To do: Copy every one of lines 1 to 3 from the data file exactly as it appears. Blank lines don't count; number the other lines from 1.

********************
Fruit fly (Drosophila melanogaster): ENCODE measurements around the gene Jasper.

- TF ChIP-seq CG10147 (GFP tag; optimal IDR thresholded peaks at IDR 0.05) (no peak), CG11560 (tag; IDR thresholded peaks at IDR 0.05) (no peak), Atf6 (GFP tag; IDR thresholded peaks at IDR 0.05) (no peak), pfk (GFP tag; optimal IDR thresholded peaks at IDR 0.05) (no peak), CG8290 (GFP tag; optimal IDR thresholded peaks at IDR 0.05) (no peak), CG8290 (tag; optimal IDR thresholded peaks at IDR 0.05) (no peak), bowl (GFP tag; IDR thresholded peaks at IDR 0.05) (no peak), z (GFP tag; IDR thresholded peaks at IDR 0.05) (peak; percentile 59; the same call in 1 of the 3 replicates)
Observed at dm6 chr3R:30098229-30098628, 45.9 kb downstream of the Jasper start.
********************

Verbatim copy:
Fruit fly (Drosophila melanogaster): ENCODE measurements around the gene Jasper.

- TF ChIP-seq CG10147 (GFP tag; optimal IDR thresholded peaks at IDR 0.05) (no peak), CG11560 (tag; IDR thresholded peaks at IDR 0.05) (no peak), Atf6 (GFP tag; IDR thresholded peaks at IDR 0.05) (no peak), pfk (GFP tag; optimal IDR thresholded peaks at IDR 0.05) (no peak), CG8290 (GFP tag; optimal IDR thresholded peaks at IDR 0.05) (no peak), CG8290 (tag; optimal IDR thresholded peaks at IDR 0.05) (no peak), bowl (GFP tag; IDR thresholded peaks at IDR 0.05) (no peak), z (GFP tag; IDR thresholded peaks at IDR 0.05) (peak; percentile 59; the same call in 1 of the 3 replicates)
Observed at dm6 chr3R:30098229-30098628, 45.9 kb downstream of the Jasper start.